Move over Cas9, CRISPR-Cas3 might hold the key to solving the antibiotics crisis

Researchers at North Carolina-based Locus Biosciences think they have a potential cure for antibiotic resistance using CRISPR’s lesser-known Cas3 enzyme.

Most of the interest in CRISPR technology centers around the enzyme Cas9, which acts as a type of genetic scissors, allowing scientists to snip out, edit and replace DNA at certain intervals along the genome. However, Cas3 goes beyond Cas9 by targeting the DNA of bacterial cells and then chewing them up beyond the point of repair. This action turns the CRISPR-based bacterial immune system on itself, prompting the cell’s death.

Co-founder Paul Garofolo likens the process to Pac-Man. “It comes in and it chews the target DNA so when a Pac-Man chews the chromosome it in turns kills the bacterium,” Garofolo told TechCrunch.

And he and his co-founder Rodolphe Barrangou believe the technique could be used on dangerous antibiotic-resistant bacteria.

The coming antibiotic resistance crisis has been called one of the world’s most pressing public health problems. Just imagine a world in which we had nothing to cure pneumonia, gonorrhea or meningitis. The introduction of penicillin in the 1940s was a life saver for millions, heralding the dawn of the antibiotic era.

But, according to the Centers for Disease Control, more than half of the antibiotics prescribed these days for patients are inappropriate — merely killing good bacteria while weakening our immune systems and strengthening the bad bacteria, and we are fast approaching a day when we have nothing to cure us of these deadly bacterial infections.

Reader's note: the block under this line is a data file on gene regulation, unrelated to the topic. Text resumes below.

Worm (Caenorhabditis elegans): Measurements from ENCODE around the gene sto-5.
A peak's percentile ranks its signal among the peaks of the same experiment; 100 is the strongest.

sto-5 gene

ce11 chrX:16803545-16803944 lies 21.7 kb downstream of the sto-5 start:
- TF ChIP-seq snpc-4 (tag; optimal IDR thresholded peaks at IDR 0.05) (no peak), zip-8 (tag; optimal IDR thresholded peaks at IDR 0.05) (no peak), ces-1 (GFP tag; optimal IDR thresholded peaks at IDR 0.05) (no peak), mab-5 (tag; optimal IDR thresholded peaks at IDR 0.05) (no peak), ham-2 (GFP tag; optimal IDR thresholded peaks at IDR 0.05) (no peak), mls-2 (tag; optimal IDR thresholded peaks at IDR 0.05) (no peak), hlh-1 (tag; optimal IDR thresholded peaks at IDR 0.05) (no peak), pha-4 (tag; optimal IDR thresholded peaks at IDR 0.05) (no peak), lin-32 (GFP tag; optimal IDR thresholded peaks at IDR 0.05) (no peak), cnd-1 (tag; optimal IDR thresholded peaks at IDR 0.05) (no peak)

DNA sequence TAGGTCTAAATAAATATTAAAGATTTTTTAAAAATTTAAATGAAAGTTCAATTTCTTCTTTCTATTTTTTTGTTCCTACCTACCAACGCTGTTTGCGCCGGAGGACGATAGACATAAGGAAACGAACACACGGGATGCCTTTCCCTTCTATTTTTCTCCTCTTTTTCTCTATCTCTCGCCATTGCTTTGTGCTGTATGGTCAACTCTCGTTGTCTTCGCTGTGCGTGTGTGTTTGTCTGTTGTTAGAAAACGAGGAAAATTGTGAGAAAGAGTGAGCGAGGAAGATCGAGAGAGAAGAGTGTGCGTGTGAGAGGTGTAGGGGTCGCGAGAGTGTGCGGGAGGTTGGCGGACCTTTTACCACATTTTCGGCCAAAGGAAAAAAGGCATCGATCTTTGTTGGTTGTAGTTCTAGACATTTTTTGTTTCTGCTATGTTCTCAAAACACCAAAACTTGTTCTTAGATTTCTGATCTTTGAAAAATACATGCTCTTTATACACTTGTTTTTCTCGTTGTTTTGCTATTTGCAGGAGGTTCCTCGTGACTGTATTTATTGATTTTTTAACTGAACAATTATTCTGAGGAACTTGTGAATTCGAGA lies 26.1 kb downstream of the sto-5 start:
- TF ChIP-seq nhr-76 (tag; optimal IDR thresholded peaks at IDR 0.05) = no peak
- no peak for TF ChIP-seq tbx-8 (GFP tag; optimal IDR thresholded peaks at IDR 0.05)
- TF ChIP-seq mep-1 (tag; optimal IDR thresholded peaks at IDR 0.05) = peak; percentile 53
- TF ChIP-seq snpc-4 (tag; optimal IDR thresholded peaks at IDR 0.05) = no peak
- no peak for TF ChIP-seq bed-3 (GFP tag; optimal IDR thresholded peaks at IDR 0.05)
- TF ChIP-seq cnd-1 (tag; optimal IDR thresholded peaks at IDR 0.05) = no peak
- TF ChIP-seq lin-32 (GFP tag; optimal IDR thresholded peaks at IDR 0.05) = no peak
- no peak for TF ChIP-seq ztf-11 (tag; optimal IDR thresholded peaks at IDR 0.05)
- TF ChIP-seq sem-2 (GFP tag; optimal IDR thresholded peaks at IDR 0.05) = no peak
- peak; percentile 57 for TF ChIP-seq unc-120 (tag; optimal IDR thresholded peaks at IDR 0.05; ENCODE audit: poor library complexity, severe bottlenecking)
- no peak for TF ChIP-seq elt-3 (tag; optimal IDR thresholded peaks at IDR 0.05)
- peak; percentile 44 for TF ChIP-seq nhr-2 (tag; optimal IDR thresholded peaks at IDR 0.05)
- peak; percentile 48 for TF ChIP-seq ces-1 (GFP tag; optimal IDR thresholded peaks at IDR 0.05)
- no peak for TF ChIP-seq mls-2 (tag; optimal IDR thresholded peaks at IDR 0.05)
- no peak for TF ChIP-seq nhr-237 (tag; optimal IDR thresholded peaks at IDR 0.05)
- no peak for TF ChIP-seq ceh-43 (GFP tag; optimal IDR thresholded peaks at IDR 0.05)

We’re already seeing the effects of antibiotic resistance in MRSA deaths. Methicillin-resistant Staphylococcus aureus (MRSA) — or staph — is a bacterium ironically picked up in hospitals and is highly antibiotic resistant. Though a JAMA report shows MRSA infections are on the decline, two out of every 100 people are carriers and if left untreated it can cause sepsis and death.

Locus Biosciences hopes to head off a crisis with its patented technology and tells TechCrunch it is already in the midst of raising a significant round of Series A funding to do just that. Though it didn’t want to say how much or from whom the funding would come, Locus did tell us it was seeking finances from both strategic health investors and traditional VCs.

The startup is also in the final rounds of the $2 million Health and Human Services Carb-x fund to combat antimicrobial resistance.

The Locus team also comes loaded with heavy scientific and business chops. Barrangou came from Caribou Biosciences and helped found CRISPR company Intellia with Jennifer Doudna. Garofolo left Valeant Pharmaceuticals (yes, that Valeant) in 2008 to join pharma company Patheon as its CTO before starting Locus. Both teach in the sciences department at North Carolina State.

But this technology, like gene-editing technique CRISPR-Cas9, isn’t perfect, and Barrangou and Garofolo are aware of the risks. For one it still needs to get FDA approval. And though the 21st Century Cures Act may be able to help out, it will still need to go through human trials to prove its effectiveness.

On the upside, the enzyme is only able to target bacterial cells as it’s too big to enter a human cell and cause DNA damage there. You also don’t have the moral or ethical issues Cas9 presents.

“We’re not trying to change baby eye colors or make super soldiers or any of those types of things…we’re killing some of the deadliest pathogens on the planet,” Garofolo said.

Overall, it’s an intriguing idea and may have the potential to kill off bacterial diseases in a major way, possibly eradicating them from the face of the Earth. But, of course, all of that depends on FDA approval and proof this works in human trials first.